The birthplace of Black football traces back to local HBCUs

CHARLOTTE — Football is essential to the HBCU experience, but long before contemporary conferences and rivalries, two local Historically Black Colleges battled in the first Black football game.

Livingstone College alumni and current coaches Michael Austin and Mark Williams sat down with Channel 9′s sports reporter DaShawn Brown to tell the story dating back to 1892.

“This really is the grandfather of them all when it comes to Black College Football.,” said Williams.

The first Black college football game ever took place on the college’s snowy front lawn on December 27, 1892.

“Playing a set of cleats with nails instead of actual molded bottom plastic cleats,” Austin said.

Johnson C. Smith University, then called Biddle, traveled to fight the Blue Bears.

“Johnson C. Smith won 5-0,” remembered Maurice Flowers, JCSU’s head coach and former quarterback. “But the story as we have been taught here at JCSU was the game took two years to organize, and it took two years to get dates, right, location.”

JCSU Library Services Director Brandon Lunsford offered more insight from the archives on how that game came to be.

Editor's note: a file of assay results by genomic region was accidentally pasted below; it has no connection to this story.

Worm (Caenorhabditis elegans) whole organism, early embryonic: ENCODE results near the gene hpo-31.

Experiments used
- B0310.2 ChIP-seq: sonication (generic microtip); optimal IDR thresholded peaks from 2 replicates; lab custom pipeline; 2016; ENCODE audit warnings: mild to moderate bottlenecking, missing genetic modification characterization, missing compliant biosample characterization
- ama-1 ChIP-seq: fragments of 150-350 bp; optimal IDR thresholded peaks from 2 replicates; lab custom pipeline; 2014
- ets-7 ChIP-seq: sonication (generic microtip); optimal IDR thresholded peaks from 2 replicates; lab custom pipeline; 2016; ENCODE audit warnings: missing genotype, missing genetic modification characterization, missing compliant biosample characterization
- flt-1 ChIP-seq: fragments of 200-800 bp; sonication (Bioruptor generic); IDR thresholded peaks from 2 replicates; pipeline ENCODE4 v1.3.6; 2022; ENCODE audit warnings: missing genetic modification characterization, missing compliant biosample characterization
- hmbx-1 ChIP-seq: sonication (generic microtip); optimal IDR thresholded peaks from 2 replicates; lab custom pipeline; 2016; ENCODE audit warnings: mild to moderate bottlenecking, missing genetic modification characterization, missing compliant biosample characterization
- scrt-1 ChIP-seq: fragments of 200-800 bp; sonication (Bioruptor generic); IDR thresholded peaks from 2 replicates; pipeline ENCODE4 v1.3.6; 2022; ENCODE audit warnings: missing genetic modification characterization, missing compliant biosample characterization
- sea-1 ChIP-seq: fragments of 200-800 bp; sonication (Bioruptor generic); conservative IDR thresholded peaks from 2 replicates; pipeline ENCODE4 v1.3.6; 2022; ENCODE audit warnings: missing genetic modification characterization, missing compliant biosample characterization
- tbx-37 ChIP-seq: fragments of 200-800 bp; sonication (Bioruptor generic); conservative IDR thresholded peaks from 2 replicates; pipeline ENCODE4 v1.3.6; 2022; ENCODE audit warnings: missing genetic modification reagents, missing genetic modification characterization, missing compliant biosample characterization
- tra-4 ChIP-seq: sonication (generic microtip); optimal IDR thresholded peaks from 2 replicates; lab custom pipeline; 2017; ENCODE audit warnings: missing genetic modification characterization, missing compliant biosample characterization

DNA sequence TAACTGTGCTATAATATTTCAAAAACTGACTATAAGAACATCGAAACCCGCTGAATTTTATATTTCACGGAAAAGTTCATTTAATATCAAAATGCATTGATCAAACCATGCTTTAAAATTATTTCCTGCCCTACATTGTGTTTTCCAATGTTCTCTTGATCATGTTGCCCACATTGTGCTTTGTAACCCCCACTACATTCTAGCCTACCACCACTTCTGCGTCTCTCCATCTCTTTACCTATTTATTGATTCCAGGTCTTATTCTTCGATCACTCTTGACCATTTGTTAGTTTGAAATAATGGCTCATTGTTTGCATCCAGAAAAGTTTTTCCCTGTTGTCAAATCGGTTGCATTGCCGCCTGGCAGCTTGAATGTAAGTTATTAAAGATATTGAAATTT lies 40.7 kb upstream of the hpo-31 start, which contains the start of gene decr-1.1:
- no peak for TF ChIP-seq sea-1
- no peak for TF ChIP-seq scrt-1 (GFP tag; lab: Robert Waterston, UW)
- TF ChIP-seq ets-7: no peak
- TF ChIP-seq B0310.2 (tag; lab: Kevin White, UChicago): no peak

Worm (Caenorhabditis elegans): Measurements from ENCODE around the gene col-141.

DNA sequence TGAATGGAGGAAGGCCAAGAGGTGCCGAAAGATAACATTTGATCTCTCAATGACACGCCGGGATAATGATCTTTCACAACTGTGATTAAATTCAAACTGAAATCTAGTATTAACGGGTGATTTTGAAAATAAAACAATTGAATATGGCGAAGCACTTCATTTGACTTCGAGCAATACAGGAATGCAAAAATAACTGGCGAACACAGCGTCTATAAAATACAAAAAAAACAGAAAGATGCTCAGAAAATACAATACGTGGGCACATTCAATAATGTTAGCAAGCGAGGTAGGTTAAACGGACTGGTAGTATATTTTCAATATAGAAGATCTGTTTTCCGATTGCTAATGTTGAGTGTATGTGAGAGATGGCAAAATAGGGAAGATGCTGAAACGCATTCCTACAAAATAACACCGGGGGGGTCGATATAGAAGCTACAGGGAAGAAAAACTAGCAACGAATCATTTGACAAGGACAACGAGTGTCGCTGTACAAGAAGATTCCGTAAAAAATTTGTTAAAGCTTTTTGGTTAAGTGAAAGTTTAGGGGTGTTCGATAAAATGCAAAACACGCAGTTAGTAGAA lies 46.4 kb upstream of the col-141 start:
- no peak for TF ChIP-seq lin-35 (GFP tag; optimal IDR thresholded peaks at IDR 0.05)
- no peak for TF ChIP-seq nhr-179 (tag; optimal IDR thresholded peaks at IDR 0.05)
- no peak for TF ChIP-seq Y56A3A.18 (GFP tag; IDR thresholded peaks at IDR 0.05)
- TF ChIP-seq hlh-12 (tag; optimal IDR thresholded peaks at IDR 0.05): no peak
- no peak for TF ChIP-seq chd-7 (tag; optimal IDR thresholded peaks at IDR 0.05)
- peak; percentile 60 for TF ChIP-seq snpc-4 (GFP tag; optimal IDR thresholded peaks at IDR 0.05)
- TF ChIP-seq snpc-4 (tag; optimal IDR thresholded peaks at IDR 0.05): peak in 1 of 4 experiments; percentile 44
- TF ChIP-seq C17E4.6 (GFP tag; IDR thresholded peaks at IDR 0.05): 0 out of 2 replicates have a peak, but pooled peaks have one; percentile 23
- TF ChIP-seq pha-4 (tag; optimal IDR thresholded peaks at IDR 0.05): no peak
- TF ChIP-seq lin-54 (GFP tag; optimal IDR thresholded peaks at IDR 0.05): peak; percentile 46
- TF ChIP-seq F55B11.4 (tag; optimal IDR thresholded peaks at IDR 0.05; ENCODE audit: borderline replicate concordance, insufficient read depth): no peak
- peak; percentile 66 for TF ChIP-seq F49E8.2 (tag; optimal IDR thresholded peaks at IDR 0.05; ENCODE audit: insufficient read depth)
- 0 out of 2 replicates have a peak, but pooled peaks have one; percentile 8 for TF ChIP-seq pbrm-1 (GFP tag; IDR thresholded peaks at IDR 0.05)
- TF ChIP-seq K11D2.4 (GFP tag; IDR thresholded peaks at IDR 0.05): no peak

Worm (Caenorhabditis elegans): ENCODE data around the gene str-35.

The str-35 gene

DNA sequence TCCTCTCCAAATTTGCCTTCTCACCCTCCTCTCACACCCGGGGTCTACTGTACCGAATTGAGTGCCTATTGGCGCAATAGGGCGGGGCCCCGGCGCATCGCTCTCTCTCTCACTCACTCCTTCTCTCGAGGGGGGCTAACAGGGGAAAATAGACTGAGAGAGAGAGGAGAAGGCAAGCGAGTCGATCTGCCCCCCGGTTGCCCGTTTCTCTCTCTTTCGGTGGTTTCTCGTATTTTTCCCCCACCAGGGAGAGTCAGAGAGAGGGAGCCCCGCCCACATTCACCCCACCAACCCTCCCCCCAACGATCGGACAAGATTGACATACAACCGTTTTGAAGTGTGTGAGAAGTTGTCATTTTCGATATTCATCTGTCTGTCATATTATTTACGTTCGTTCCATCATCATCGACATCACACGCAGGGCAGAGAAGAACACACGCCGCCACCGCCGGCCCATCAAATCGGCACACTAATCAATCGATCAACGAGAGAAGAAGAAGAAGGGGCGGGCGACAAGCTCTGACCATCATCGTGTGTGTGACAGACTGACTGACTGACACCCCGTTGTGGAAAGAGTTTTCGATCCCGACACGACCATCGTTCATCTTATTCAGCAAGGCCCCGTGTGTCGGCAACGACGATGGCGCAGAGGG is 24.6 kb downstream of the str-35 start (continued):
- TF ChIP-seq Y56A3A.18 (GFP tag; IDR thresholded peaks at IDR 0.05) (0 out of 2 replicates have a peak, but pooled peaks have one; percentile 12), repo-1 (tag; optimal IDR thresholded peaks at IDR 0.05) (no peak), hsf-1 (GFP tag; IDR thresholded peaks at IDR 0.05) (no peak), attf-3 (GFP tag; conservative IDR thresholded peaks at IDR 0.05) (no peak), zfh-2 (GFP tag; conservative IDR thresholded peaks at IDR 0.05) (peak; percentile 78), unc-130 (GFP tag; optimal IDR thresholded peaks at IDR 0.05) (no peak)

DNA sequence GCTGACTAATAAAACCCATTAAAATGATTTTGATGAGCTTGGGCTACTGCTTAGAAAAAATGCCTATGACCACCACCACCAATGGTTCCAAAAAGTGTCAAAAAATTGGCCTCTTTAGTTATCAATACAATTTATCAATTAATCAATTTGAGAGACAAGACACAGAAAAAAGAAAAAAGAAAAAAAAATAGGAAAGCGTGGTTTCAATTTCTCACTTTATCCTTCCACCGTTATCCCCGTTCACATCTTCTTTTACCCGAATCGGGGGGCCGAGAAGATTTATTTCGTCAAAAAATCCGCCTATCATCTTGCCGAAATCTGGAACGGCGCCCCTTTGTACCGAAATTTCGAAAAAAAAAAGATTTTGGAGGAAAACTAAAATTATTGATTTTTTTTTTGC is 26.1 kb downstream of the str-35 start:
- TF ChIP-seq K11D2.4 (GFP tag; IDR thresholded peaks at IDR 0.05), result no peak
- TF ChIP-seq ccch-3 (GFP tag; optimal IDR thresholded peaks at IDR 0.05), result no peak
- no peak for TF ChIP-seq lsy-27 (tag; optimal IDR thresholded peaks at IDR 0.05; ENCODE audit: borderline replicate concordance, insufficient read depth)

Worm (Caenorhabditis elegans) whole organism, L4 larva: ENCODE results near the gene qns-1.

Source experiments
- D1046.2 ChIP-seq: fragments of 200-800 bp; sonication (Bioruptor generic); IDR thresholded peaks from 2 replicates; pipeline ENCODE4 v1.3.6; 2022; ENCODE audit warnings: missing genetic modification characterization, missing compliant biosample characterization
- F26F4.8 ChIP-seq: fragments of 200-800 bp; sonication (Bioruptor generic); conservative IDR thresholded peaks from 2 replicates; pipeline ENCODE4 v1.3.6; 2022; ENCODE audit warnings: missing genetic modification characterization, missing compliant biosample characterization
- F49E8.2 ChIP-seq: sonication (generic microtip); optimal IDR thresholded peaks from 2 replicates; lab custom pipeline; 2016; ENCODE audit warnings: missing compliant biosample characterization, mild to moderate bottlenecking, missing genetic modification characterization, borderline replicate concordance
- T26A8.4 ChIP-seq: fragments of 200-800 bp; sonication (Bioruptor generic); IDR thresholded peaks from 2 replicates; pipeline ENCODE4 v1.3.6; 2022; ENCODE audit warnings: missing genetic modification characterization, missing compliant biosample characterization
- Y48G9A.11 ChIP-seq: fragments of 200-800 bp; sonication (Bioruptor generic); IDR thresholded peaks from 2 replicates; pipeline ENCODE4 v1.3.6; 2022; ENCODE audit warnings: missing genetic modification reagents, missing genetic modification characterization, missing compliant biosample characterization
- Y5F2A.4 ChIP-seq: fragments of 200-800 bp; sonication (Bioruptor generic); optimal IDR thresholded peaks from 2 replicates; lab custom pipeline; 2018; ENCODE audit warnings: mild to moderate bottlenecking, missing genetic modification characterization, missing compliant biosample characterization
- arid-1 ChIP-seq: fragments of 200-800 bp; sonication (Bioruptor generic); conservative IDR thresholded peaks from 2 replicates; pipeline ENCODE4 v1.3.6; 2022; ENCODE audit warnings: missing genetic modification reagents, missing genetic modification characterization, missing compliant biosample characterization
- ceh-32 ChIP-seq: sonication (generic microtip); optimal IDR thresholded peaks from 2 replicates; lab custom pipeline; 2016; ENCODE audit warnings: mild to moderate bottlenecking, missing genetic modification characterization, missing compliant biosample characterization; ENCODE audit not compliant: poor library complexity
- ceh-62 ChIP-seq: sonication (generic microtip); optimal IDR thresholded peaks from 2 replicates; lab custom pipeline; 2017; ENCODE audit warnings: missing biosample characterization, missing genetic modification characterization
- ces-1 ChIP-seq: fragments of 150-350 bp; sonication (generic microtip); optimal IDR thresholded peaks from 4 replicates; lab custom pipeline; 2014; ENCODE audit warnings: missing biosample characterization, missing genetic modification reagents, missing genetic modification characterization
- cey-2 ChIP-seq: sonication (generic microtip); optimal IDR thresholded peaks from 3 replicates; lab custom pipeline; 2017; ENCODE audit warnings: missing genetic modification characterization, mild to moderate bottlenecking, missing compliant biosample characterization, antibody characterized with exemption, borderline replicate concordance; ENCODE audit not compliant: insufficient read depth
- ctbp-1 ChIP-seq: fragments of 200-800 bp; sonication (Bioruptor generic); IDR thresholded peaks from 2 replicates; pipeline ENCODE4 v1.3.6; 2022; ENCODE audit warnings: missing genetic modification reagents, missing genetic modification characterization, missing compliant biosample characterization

“Biddle issued a challenge that Livingstone promptly accepted, mainly out of playground pride,” Lunsford said. “I guess is that Johnson C. Smith had the transportation to have the horses and the wagons to take the team in.”

Although it’s been 130 years, the rivalry remains strong - and the story remains unclear.

“And just knowing that we recovered a fumble, scored a touchdown and somehow they said we were out of bounds,” said Williams, the associate head coach of Livingstone.

“If you ask anyone outside of Salisbury everyone hears that Johnson C. Smith won the game,” said Flowers.

Most of the history has been passed down orally through generations, so details are fuzzy, but the heart and soul of the sport remain the same.

“What was their understanding of strategy and how to play a football game - it’s a way that you can connect, but you’re searching for the connection at the same time,” said Austin.

These coaches have common goals in their love of football -- keeping the history alive and recognizing the talent that comes from HBCU’s.

“There was segregation. And we weren’t allowed in public white institutions. So you had HBCUs that produce the top athletes in the draft,” explained Flowers. “Ben Coates one of the best tight ends in NFL history. And he came from Livingstone.”

The solution? Be so good, they can’t ignore you.

“It needs to be on a bigger stage, but that goes back to us becoming exceptionally good on the field so that it becomes easier for us to put that message out there,” Williams said.

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